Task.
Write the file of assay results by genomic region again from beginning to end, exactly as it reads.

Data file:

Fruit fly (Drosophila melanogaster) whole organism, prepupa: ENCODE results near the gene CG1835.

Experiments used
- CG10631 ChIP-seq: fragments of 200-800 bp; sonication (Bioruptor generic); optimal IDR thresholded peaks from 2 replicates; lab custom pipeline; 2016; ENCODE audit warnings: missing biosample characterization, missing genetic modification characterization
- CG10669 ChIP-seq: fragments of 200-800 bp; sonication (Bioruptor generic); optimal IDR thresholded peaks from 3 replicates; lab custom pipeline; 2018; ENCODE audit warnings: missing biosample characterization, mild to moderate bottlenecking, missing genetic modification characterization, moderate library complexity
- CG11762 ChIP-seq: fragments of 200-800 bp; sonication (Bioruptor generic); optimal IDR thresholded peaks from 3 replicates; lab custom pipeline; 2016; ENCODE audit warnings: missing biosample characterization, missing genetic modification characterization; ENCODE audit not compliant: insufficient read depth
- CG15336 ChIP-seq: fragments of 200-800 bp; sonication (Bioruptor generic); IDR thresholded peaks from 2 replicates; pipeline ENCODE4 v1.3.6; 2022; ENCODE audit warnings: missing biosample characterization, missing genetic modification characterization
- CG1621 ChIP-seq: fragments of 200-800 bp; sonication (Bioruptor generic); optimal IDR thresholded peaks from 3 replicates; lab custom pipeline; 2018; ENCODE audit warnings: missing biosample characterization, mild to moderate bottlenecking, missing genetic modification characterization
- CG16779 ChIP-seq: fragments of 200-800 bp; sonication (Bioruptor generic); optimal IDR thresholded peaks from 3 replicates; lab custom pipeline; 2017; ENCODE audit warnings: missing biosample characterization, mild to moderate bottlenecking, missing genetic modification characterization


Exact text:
Fruit fly (Drosophila melanogaster) whole organism, prepupa: ENCODE results near the gene CG1835.

Experiments used
- CG10631 ChIP-seq: fragments of 200-800 bp; sonication (Bioruptor generic); optimal IDR thresholded peaks from 2 replicates; lab custom pipeline; 2016; ENCODE audit warnings: missing biosample characterization, missing genetic modification characterization
- CG10669 ChIP-seq: fragments of 200-800 bp; sonication (Bioruptor generic); optimal IDR thresholded peaks from 3 replicates; lab custom pipeline; 2018; ENCODE audit warnings: missing biosample characterization, mild to moderate bottlenecking, missing genetic modification characterization, moderate library complexity
- CG11762 ChIP-seq: fragments of 200-800 bp; sonication (Bioruptor generic); optimal IDR thresholded peaks from 3 replicates; lab custom pipeline; 2016; ENCODE audit warnings: missing biosample characterization, missing genetic modification characterization; ENCODE audit not compliant: insufficient read depth
- CG15336 ChIP-seq: fragments of 200-800 bp; sonication (Bioruptor generic); IDR thresholded peaks from 2 replicates; pipeline ENCODE4 v1.3.6; 2022; ENCODE audit warnings: missing biosample characterization, missing genetic modification characterization
- CG1621 ChIP-seq: fragments of 200-800 bp; sonication (Bioruptor generic); optimal IDR thresholded peaks from 3 replicates; lab custom pipeline; 2018; ENCODE audit warnings: missing biosample characterization, mild to moderate bottlenecking, missing genetic modification characterization
- CG16779 ChIP-seq: fragments of 200-800 bp; sonication (Bioruptor generic); optimal IDR thresholded peaks from 3 replicates; lab custom pipeline; 2017; ENCODE audit warnings: missing biosample characterization, mild to moderate bottlenecking, missing genetic modification characterization